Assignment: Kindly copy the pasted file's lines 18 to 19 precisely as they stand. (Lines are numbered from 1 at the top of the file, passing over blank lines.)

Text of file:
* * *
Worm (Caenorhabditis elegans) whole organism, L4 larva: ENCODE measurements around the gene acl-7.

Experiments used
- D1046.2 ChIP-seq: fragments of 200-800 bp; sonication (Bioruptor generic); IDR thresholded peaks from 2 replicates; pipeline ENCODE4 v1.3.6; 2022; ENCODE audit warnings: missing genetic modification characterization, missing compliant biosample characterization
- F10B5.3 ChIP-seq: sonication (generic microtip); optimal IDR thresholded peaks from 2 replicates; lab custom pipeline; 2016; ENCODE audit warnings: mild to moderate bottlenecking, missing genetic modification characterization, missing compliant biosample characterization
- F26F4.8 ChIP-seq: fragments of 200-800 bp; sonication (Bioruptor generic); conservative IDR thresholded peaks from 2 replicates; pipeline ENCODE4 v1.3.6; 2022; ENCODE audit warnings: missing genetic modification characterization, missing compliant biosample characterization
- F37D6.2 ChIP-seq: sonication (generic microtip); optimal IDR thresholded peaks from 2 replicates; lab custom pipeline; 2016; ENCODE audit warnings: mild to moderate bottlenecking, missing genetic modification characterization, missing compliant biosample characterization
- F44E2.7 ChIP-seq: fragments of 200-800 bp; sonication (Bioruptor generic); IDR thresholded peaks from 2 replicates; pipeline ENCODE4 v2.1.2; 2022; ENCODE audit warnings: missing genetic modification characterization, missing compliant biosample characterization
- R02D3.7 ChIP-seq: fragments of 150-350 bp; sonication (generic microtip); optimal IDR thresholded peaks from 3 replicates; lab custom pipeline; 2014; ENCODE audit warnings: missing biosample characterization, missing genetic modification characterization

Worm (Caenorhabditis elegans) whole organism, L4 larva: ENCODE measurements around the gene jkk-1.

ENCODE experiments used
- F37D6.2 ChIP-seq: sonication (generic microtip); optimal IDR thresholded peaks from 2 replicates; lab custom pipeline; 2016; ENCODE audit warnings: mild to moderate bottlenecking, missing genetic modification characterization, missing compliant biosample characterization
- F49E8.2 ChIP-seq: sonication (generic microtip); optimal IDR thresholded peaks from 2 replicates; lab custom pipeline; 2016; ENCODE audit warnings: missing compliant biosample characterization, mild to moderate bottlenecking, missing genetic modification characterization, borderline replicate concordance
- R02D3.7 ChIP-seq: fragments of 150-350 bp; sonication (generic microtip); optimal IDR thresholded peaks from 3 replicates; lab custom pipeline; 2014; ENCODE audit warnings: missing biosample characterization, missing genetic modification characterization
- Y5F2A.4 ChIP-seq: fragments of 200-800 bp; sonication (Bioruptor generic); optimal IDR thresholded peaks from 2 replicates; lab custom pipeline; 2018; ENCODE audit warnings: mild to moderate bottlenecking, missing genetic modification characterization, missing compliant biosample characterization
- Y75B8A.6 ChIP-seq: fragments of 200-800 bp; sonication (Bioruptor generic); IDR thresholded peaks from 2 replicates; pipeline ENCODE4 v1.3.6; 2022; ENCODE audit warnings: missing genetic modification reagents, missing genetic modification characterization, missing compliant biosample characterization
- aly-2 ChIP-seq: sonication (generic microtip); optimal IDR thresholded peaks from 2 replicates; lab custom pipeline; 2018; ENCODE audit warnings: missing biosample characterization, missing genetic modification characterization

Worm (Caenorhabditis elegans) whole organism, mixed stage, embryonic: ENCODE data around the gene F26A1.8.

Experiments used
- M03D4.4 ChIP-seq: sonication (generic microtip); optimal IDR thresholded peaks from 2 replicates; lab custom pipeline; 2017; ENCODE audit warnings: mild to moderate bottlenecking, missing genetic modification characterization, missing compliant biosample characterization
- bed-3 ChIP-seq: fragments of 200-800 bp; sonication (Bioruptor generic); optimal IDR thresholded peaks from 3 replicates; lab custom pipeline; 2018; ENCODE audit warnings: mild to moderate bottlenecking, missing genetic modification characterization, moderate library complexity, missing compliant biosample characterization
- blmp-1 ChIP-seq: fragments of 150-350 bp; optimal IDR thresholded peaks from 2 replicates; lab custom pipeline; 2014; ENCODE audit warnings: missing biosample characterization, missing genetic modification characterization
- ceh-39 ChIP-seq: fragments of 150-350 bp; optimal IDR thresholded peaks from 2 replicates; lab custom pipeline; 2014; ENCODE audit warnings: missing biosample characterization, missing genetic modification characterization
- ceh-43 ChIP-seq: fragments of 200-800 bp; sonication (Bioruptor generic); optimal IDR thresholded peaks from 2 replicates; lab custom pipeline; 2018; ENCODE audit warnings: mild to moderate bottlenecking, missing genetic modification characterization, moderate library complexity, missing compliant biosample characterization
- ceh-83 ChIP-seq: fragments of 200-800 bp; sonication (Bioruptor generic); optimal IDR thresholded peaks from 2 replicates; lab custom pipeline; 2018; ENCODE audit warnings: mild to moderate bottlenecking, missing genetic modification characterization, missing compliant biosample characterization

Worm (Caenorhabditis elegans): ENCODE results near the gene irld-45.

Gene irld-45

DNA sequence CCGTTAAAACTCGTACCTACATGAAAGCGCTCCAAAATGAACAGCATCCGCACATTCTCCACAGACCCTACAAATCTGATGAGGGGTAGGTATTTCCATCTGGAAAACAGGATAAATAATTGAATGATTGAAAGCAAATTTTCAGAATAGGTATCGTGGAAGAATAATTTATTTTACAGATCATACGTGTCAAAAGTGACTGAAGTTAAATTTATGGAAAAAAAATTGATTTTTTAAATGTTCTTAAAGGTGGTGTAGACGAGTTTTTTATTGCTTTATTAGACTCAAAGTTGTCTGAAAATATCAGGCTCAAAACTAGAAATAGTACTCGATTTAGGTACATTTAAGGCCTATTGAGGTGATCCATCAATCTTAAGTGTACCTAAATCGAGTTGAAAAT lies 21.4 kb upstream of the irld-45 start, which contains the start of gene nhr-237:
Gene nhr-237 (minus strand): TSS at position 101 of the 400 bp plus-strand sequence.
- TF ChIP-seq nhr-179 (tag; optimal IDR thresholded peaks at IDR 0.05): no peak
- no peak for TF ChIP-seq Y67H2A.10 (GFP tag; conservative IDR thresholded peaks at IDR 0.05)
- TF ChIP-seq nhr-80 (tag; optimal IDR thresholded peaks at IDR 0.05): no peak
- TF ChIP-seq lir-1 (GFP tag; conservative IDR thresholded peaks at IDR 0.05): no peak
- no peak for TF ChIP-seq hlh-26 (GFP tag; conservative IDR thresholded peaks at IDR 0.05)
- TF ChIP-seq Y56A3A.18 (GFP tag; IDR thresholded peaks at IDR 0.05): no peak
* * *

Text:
Experiments used
- M03D4.4 ChIP-seq: sonication (generic microtip); optimal IDR thresholded peaks from 2 replicates; lab custom pipeline; 2017; ENCODE audit warnings: mild to moderate bottlenecking, missing genetic modification characterization, missing compliant biosample characterization